The second half kicked off with Galatasaray beginning the brighter of the sides. Riera forced Lindegaard into a save early on, and Melo forced the Dane into a world class save from a strong header merely minutes later. The resulting corner was played in, meeting Yilmaz as he headed home into the top corner to give the hosts a 1-0 lead. They then looked to get a quick second, pressing soon after scoring. United found themselves under pressure but were able to produce chances via quick breaks. Arguably the best of these occurred when Welbeck was in open space on the ball on the right with a defender in the path towards Hernandez. The striker played a ball across and Hernandez took an extra touch as the defenders caught up and were able to get in the way of a clear shot. Powell and Anderson were replaced by Young and Macheda as Sir Alex looked to add different options up front, but as the game wore on, United appeared to struggle to create any meaningful chances. Joshua King was introduced late on but to no avail, as Galatasaray saw out the game 1-0 in a good night for them, and a useful experience for Sir Alex’s squad.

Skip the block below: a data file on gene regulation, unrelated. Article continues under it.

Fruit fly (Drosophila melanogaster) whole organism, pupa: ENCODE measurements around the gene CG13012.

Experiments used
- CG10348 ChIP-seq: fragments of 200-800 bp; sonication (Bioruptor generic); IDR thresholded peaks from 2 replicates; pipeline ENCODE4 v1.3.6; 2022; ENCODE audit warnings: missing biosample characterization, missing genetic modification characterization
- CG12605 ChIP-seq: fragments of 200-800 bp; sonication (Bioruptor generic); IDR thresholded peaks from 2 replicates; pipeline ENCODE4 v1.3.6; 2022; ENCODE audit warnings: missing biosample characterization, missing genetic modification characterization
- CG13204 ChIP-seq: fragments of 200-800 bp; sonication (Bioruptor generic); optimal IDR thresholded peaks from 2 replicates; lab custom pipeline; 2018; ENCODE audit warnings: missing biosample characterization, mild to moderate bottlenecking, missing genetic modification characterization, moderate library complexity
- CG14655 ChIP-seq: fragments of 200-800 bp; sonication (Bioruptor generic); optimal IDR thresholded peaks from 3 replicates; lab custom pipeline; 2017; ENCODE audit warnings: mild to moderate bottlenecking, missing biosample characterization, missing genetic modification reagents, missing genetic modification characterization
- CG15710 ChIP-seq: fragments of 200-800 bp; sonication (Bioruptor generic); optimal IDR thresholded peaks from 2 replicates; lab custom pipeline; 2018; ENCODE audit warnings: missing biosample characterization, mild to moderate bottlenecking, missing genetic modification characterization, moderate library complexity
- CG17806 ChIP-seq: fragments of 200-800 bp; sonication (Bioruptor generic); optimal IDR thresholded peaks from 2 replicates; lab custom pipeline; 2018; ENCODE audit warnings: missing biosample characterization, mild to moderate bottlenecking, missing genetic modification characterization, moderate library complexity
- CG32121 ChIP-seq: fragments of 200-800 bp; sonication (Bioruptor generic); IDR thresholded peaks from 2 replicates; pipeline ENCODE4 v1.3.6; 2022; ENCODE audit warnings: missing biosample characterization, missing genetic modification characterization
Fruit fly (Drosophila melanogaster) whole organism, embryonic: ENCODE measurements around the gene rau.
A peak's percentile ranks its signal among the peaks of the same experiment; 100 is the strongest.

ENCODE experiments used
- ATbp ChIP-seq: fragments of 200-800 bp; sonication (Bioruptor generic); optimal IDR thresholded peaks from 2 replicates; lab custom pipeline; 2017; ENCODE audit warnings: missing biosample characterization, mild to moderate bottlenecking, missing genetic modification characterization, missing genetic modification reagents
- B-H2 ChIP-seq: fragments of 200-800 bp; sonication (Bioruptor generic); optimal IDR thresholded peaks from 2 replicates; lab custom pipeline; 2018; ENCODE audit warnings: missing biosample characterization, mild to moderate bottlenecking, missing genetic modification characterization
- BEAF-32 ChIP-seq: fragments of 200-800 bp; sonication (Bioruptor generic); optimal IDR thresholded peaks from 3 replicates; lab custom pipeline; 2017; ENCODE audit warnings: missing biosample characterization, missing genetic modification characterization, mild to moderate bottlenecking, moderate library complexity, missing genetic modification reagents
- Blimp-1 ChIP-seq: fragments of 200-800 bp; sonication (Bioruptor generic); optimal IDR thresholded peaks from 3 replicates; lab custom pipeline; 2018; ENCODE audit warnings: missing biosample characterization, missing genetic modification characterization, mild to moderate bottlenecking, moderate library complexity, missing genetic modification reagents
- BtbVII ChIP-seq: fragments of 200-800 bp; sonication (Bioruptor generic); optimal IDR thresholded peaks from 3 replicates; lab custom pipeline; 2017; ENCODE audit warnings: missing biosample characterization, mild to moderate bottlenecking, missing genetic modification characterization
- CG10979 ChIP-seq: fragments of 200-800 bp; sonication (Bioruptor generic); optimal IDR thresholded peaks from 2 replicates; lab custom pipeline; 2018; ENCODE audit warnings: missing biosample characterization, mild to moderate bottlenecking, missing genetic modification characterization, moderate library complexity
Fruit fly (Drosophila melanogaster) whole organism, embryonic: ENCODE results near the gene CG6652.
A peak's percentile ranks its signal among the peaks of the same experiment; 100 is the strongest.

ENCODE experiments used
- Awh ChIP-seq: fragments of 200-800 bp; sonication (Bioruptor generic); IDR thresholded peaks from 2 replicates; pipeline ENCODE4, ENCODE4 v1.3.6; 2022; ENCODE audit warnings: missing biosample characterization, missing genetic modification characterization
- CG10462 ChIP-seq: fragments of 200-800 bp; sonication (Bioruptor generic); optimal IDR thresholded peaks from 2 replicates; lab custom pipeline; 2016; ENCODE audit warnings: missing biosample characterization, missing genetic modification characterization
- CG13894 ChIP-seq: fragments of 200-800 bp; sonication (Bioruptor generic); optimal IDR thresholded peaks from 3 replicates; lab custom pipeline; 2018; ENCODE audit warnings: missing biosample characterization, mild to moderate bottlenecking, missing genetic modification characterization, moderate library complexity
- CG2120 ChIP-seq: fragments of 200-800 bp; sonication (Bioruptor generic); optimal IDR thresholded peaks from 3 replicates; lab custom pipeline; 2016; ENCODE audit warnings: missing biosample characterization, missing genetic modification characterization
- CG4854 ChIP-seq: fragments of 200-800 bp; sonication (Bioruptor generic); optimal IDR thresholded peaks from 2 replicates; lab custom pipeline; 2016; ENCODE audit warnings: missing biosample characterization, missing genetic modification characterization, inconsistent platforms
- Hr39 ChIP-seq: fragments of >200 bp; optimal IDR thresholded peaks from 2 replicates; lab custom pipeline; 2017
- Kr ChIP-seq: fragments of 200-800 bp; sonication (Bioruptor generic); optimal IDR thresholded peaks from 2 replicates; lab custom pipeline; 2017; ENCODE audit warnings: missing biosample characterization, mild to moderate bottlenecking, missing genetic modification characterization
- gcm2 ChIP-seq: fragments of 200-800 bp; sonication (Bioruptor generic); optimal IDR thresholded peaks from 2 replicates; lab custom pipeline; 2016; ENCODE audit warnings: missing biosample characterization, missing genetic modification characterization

With that, here are five things that may be taken from the game.
1) Positive in defeat
Like the weekend, United came away from this trip with a 1-0 defeat, although in this case there is no bearing on their qualification to the next round. In stark contrast to the weekend loss, there were plenty of positives to take from this game. Galatasaray was always going to provide a stern test for a relatively inexperienced side and the atmosphere of their stadium will have provided a challenging experience for them. It could be argued that this was one of the more impressive performances of the Champion’s League, with the players displaying a good attitude about their play, linking well and fighting for every ball. It could be said that there was a lack of creativity in the final third, that finishing touch just lacking, although Powell came extremely close towards the end of the first half.